In approving rules for the upcoming 700 MHz spectrum auction Tuesday, the FCC made major strides towards opening the auction in a way that could lead to more consumer choice, but stopped short of guaranteeing the key provision of wholesale open access.
The rules, which are expected to be published within a few weeks, immediately drew praise from some quarters and scorn from others.
Google, which had captured much of the attention going into the meeting, was disappointed that just two of the four conditions it had set to participate in the auction were approved by the FCC.
Richard Whitt, Google's Washington Telecom and Media Counsel, said in a press conference immediately following the FCC meeting that there were some "real benefits" in the new rules, but he noted that only two its conditions were met by the FCC. He said the search engine firm needs "time to study" the rules when they are published before it will make a decision on whether it will bid $4.6 billion in the auction.
He cited what he called an "incumbent blocking premium" in which incumbent firms could pay more than the value of spectrum. In such cases, new entries into a market can be blocked by incumbents.
Also following the vote, Meg Whitman, president and CEO of eBay, hailed "openness" provisions and said the firm is encouraged by the FCC vote. The firm's Skype VoIP (voice over Internet protocol) provider has a stake in the outcome of the auction.
"We believe that ensuring greater choice for wireless devices and applications is a very positive development and we are very pleased that 'Carterphone' principles are now part of the Commission's spectrum policy. We will continue to work with the Commission to make openness a guiding principle throughout the broadband Internet access marketplace," Whitman said. The landmark Carterphone decision of 1968 set the precedent for the use of foreign devices on AT&T's network.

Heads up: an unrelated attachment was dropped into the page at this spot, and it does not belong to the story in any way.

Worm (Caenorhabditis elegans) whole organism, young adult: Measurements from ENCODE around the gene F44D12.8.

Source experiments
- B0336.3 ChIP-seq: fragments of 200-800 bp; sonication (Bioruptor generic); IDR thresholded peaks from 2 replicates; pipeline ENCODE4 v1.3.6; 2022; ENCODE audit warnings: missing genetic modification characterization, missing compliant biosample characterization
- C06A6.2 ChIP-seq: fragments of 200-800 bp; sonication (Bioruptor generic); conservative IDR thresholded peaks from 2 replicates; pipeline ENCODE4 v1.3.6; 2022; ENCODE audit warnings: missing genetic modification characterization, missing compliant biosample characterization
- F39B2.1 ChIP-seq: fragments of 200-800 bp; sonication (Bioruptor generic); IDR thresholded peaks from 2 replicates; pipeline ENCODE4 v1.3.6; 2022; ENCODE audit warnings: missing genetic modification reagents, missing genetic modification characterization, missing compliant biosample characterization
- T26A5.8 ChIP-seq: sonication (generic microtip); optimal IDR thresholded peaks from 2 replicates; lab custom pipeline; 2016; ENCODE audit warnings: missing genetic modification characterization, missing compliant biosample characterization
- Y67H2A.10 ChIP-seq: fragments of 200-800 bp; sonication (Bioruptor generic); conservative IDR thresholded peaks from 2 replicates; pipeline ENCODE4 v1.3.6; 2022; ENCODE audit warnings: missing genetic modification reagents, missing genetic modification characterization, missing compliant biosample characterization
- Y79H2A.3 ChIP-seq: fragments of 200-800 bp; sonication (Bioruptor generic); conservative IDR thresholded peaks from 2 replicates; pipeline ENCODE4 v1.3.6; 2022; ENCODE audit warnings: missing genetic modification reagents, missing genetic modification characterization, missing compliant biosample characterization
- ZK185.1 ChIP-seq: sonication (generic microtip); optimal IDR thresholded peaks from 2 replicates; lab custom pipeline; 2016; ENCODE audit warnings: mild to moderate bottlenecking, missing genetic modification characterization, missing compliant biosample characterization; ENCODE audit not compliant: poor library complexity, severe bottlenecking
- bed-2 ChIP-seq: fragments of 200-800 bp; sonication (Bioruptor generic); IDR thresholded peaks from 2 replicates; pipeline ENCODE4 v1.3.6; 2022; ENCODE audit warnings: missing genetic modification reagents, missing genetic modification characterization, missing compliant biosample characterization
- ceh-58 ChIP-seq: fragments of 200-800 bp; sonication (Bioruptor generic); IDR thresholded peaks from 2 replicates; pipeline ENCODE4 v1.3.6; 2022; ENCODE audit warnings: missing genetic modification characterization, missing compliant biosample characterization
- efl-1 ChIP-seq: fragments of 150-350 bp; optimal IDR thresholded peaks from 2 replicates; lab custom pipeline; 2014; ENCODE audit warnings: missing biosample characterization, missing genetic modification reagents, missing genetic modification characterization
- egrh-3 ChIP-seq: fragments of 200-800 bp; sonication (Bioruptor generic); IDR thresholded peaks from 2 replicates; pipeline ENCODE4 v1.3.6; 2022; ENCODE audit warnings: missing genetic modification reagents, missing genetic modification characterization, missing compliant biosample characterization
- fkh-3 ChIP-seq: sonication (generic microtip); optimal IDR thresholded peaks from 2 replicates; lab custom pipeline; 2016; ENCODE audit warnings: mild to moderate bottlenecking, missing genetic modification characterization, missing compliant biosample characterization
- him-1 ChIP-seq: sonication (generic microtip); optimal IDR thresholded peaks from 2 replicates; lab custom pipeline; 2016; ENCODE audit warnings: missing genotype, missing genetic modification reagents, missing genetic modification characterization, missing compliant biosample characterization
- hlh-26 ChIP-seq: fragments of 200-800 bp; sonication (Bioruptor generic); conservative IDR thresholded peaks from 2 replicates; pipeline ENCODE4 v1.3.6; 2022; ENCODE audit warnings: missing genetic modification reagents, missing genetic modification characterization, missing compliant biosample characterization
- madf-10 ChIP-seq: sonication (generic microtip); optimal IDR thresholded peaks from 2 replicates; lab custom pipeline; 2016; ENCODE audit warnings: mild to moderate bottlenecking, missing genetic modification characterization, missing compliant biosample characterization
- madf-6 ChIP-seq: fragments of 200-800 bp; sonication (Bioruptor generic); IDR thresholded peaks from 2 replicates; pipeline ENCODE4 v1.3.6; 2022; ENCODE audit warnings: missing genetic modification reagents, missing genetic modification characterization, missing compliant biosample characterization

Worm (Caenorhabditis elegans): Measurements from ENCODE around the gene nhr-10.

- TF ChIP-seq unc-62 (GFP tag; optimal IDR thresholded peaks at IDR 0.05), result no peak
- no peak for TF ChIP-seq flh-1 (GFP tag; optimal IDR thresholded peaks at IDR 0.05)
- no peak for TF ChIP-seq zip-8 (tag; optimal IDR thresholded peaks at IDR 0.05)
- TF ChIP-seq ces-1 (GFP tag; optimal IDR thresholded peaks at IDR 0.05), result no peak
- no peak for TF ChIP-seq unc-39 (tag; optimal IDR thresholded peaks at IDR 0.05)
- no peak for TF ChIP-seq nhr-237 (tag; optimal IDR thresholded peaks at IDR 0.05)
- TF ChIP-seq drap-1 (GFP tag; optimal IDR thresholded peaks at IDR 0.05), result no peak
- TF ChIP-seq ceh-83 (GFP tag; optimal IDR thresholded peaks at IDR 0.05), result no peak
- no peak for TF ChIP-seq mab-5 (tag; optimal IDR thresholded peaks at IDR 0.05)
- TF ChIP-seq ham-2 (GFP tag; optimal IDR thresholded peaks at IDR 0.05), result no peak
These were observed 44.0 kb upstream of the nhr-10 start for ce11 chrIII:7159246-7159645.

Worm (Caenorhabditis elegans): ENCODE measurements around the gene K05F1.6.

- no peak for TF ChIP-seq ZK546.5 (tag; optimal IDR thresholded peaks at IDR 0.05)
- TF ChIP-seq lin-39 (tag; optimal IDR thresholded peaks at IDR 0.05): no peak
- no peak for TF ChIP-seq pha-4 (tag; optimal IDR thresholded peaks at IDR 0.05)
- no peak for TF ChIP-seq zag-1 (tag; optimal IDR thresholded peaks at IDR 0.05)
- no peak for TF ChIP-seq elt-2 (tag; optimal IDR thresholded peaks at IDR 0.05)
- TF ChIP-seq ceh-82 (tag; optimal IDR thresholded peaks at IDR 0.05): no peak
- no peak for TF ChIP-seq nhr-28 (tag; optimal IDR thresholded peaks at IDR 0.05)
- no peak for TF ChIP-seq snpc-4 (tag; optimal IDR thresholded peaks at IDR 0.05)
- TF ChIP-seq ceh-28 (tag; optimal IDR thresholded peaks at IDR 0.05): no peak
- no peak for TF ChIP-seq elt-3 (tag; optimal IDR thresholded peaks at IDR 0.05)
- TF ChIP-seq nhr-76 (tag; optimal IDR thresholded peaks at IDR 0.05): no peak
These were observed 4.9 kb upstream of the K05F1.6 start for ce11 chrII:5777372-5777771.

Skype and Google have supported the so-called "openness" principle in the 700 MHz auction. The major mobile phone providers, AT&T and Verizon Wireless, have cautiously moved toward supporting some open features of the auction in recent weeks.
Network equipment supplier Cisco Systems hailed the FCC action including provisions calling for the establishment of a nationwide allocation of spectrum for public safety use.
FCC chairman Kevin Martin broke the logjam on the auction a few weeks ago when he proposed some degree of openness. At the FCC meeting Tuesday, his proposals were essentially followed, although individual commissioners voiced some strong alternate opinions of their own on the auction rules.
For instance, commissioner Robert M. McDowell dissented partially from the commission decision. "I am disappointed that the majority didn't try to work with industry to forge a consensus solution rather than rushing to regulate without thinking through possible unintended consequences," he said
He worried that smaller players -- especially rural companies -- wouldn't have the resources to match the "higher bids of the well-funded giants." McDowell added: "Depriving the nascent 700 MHz market place of smaller new entrants will result in less innovation and competition, not more."
Consumer groups expressed reservations after the FCC meeting, particularly over the lack of approval over the failure to guarantee wholesale open access, which would have required licensees to sell access to the network to alternate providers on a wholesale basis. The Open Internet Coalition said it was disappointed that wholesale open access hadn't been approved. Approval of the measure would likely have paved the way to a third broadband pipe for consumers.
Gene Kimmelman, vice president for federal affairs for Consumers Union, said of the FCC action: "It's a small benefit way off in the future that conceals a really blown opportunity to bring prices dramatically down and increase broadband speeds enormously through competition."
The auction, scheduled to be held in January, won't likely have any impact on the marketplace until 2010 after winning bidders complete their network infrastructure and consumer devices.